Guidance for small group cohorts on closed school campuses
According to new guidance released by the California Department of Public Health on Aug. 25, LEAs in counties on the state’s COVID-19 monitoring list can offer in-person, targeted, specialized support and services to small groups of students as outlined below. The guidance allows stable cohorts that stay together throughout the day of no more than 14 students, with no more than two supervising adults in a supervised environment. Cohorts can be smaller than 14 students. The new guidance does not require LEAs to provide this small group instruction — it is an available option, and does not require a waiver.

The determination of which students will be brought onto school grounds in cohorts during school closures is made at the LEA- and school-level based on student need. The accompanying frequently asked questions document indicates students with disabilities should be prioritized. The document also states that the following groups may be prioritized: English learners, students at higher risk of further learning loss or not participating in distance learning, students at risk of abuse or neglect, foster youth and students experiencing homelessness.

According to the guidance, students may receive one-on-one services from qualified adults NOT in the cohort. These additional supports and services must be done individually. Staff who are providing specialized services or targeted support — such as speech or occupational therapy or intensive tutoring — should be assigned to work with students in as few cohorts as possible and must observe appropriate precautions to prevent transmission, including wearing appropriate personal protective equipment, as specified in the industry guidance for Limited Services.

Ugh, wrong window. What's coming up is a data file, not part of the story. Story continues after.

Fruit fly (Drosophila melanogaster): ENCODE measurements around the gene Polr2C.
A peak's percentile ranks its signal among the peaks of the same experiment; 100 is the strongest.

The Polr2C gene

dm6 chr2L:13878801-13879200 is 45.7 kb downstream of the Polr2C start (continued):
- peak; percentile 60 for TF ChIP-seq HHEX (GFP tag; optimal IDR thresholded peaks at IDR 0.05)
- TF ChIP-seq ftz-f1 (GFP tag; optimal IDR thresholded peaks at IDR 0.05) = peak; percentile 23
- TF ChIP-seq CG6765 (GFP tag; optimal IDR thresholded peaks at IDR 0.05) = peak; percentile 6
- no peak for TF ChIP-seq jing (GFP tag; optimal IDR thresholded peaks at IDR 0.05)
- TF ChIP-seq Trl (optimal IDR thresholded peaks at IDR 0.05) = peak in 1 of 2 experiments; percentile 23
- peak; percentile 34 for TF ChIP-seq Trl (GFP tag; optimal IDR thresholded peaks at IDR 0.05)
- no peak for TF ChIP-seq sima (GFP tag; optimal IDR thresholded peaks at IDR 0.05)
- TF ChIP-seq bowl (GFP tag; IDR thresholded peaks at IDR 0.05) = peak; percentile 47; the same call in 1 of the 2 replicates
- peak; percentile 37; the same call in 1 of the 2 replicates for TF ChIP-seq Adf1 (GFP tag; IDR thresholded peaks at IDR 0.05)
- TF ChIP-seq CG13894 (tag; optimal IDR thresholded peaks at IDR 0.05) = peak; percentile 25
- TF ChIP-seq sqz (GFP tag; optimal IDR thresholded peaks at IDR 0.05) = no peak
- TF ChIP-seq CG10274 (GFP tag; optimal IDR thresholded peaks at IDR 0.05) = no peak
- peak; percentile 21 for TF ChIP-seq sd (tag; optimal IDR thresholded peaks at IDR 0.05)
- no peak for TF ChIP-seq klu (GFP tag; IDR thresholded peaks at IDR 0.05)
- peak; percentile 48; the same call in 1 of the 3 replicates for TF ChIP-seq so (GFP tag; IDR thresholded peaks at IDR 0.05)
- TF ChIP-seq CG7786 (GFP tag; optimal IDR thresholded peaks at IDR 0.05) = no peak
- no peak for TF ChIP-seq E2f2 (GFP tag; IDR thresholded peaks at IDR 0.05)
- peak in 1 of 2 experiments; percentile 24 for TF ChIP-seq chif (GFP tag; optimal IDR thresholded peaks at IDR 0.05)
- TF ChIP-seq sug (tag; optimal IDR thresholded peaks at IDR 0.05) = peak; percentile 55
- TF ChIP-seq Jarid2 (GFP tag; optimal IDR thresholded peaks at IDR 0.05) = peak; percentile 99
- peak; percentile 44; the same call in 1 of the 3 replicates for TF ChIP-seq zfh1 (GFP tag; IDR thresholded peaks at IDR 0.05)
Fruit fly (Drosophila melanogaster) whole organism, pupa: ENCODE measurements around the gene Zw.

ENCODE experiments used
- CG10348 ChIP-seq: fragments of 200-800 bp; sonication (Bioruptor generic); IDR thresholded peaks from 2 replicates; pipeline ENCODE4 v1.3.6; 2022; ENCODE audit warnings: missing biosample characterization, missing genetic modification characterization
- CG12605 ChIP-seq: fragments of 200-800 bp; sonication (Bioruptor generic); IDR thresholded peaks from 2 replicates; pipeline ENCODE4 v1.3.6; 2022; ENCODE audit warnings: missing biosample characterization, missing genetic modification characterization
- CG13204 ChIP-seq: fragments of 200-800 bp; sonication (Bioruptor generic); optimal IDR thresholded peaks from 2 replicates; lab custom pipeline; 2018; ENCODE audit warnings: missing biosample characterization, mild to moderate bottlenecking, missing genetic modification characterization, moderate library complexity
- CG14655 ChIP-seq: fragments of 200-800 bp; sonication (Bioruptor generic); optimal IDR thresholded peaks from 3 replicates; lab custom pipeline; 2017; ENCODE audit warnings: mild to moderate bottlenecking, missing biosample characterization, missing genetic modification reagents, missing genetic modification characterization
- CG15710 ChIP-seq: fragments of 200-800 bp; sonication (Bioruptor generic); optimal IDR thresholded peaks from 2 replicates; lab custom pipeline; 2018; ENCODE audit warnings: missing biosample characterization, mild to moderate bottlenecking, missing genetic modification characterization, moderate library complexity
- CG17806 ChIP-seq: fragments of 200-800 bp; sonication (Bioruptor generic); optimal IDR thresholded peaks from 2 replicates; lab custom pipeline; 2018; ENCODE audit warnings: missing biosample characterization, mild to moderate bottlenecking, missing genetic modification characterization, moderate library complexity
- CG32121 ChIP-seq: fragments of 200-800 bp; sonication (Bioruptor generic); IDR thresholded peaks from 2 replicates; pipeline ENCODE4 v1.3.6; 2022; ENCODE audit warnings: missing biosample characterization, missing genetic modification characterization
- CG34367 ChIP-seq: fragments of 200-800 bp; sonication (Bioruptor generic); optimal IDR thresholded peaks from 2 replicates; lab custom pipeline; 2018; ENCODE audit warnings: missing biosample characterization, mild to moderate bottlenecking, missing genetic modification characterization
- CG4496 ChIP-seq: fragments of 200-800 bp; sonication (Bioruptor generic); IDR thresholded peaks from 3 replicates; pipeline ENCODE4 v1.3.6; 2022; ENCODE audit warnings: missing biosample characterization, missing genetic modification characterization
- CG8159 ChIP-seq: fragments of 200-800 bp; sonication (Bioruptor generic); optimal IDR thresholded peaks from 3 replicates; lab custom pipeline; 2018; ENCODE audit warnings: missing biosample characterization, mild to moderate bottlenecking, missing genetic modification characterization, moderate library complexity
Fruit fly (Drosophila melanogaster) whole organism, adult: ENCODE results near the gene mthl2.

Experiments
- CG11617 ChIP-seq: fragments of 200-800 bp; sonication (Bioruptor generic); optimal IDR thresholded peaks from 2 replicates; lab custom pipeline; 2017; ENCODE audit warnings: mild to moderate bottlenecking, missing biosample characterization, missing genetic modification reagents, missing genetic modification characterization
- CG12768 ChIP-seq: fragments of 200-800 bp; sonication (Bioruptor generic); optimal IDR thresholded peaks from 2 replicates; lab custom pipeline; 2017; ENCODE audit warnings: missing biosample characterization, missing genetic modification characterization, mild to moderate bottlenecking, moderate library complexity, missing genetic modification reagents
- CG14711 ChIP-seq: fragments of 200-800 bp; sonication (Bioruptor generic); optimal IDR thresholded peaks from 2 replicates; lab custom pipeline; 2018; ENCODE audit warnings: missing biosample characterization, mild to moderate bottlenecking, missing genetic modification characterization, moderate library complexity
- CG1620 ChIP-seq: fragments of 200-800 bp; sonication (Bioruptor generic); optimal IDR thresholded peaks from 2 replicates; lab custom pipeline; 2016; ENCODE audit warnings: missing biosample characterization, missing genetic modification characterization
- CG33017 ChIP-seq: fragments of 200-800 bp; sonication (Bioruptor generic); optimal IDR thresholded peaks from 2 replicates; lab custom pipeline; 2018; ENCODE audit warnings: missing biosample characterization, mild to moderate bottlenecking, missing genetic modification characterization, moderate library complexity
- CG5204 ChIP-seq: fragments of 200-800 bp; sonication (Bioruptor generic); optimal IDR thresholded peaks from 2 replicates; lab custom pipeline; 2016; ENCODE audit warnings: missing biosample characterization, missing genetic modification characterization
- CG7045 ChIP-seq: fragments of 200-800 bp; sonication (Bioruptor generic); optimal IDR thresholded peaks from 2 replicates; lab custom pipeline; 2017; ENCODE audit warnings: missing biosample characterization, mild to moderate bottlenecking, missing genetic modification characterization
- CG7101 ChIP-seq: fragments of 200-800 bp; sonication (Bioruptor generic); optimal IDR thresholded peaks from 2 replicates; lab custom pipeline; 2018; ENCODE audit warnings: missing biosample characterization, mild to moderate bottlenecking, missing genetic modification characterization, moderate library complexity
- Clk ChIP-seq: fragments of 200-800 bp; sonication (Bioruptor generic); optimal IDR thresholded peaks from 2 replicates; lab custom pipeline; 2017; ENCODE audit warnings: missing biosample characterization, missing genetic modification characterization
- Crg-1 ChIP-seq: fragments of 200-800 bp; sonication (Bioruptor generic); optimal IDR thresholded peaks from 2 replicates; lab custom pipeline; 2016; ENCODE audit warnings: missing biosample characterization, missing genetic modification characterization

While cohorts should never mix, schools can have cohorts of students who participate only on certain days or certain times during the day. Proper cleaning must be done in between different cohorts occupying the same space. The number of cohorts will depend on the school’s enrollment size and available building capacity. Local school officials — in collaboration with local health departments and school-based staff — should determine the number of cohorts that can be safely established to avoid interactions between cohorts.

In general, given the need for physical distancing and separation of cohorts, the number of students on a given school site should generally not exceed 25 percent of the school’s enrollment size or available building capacity. Each cohort requires at least one supervising adult and the use of school-based staff may require negotiations with labor partners.

Read the guidance here: Read the accompanying FAQs here: